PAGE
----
Foreign founders have renewed optimism provided by an Obama-era immigration solution known as entrepreneur parole, allowing them to enter the U.S. to actively engage in running their funded high-growth U.S. startups. This immigration parole for entrepreneurs, known as the International Entrepreneur rule, allows up to three foreign co-founders to enter the U.S. to provide significant public benefit to the U.S. through business growth and job creation. The founder parole is expected to garner roughly 3,000 entrepreneur parole applications annually.

The rule, initially passed in 2017, had a turbulent ride through the Trump Administration and has now been revitalized under the Biden Administration. The Trump Administration attempted to officially remove the rule in 2018, which resulted in only 30 attempted filings and one approval from 2017 through 2019. In May 2021, however, the Biden Administration finally put this founder parole program back on track by withdrawing the Trump attempt at removal and encouraging applicants.

This immigration solution for entrepreneurs is an important development for foreign founders who normally struggle to try to fit into outdated visa solutions, such as the O-1E-2, L-1 or H-1B, which fail to accommodate modern startup business models and funding practices. The U.S. angel and venture capital investor community will also benefit as a result of key international startup founders having a realistic option to remain in the U.S. for up to five years, split between two 30-month parole grants, to execute on the high-growth business potential of these innovative companies.

To evidence significant public benefit, the rule lays out specific criteria to be met for the initial 30-month parole period, and then there are additional milestones to be proven related to the second 30-month re-parole period. These are some of the key requirements:

Qualifying Startup

The startup entity has to have been formed within the five years immediately preceding the date of the founder’s parole application. At the time of re-parole, it must be shown that the startup is still operational and still possesses the potential for high growth and job creation into the future.

Founder Equity Stake

During the initial parole application, the founder must evidence that they have at least a 10% equity interest in the startup. This ownership amount can decrease over time thereafter, but can never drop below 5%.

Founder’s Active Role

The founder needs to demonstrate during the initial and subsequent parole periods that they have an active role in the startup, based on their experience, skills or knowledge, necessary to help the startup grow and succeed.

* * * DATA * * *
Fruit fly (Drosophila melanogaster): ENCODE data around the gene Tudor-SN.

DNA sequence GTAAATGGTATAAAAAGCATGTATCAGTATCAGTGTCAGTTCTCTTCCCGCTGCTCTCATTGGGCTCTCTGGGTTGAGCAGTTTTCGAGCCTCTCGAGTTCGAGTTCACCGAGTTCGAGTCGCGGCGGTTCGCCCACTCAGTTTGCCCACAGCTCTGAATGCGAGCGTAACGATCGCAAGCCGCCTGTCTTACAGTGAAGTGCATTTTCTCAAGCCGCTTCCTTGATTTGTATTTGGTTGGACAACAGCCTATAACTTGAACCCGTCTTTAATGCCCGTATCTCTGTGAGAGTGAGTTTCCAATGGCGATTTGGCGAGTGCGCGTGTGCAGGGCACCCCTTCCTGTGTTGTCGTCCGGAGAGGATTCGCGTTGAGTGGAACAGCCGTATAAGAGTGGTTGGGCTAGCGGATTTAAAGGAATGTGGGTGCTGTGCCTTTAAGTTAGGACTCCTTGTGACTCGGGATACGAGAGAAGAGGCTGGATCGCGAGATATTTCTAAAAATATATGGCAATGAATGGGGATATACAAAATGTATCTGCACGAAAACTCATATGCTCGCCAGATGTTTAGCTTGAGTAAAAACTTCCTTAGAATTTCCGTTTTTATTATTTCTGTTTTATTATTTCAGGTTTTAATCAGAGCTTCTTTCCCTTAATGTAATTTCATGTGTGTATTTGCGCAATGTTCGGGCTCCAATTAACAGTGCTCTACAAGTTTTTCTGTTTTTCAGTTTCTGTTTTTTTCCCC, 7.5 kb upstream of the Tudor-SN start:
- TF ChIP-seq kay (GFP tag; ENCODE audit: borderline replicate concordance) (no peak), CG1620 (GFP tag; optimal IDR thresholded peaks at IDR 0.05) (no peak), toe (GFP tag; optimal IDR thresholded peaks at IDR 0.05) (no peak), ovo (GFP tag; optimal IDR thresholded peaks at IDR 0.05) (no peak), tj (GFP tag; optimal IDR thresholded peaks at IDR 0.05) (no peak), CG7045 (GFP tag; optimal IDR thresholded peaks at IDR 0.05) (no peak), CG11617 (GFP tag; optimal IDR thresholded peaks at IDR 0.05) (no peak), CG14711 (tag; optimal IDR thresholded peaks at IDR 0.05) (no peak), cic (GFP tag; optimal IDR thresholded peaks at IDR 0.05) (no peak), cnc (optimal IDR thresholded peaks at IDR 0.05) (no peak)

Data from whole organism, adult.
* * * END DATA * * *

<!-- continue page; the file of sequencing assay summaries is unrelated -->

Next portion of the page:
Potential For Growth

For the initial parole application, the startup must demonstrate having raised $250,000 in funding from “qualified investors” or $100,000 from qualified government grants or awards.


In essence, the rule leverages the due diligence completed by qualified investors and government agencies to vouch for the growth potential of the founder’s startup. It is worth noting that there is flexibility built into some of the requirements. Here, for example, founders whose startups have not yet hit these investment thresholds can still attempt a filing by providing other reliable evidence of the startup’s substantial benefit to the U.S.

Qualified Investor Or Government Agency

Where funding comes from investors, it must be shown that the investor has made a minimum of $600,000 in investments over the prior five years and these investments have created at least five qualified jobs or generated at minimum $500,000 in revenue with at least 20% annualized growth.

Where a founder is using a government award or grant, it must be shown that the agency typically issues such grants or awards to startups with the objective of furthering economic development, research or job creation.

What Does It Mean To Be Paroled Into The U.S.?

Most people entering the U.S. are admitted after an officer reviews a visa in a passport, such as an H-1B, O-1, E-2 or other classification. Parole is different as it is a temporary grant of authorized stay for a period of time with a travel foil and not a typical non-immigrant visa.

Although the parole in this case allows a paroled founder and their spouse and children to enter to stay in the U.S. and for the founder and spouse to work (a critical benefit typically not allowed by non-immigrant status types), this is allowed under a special grant of authorized stay.

Additionally, it is not possible for an entrepreneur to change from a non-immigrant status, such as an F-1 or H-1B, to this parole while in the U.S. or visa-versa. Instead, after the I-941 parole application is approved, the founder must enter the U.S. from abroad.

A grant of parole is also less certain long-term as the parole granted under this program can be terminated at any time by the Department of Homeland Security.

International Founders And Their Startups Need A Solid Immigration Team And Plan

This entrepreneur parole is an incredibly exciting development, especially for tech startups, their investors, U.S. innovation and the economy. That said, it is incredibly important for all parties to ensure that they understand all the nuances of this rule in order to present the strongest application from the outset and to develop a realistic long-term immigration plan.

This parole rule does not provide a pathway to permanent residency (Green Card) in the U.S., so each entrepreneur and paroled founder must think ahead and plan for the time beyond the allowable five years of parole. This could, for example, include working toward building a case for an extraordinary ability O-1 application or planning for an EB1A ability-based Green Card, or more.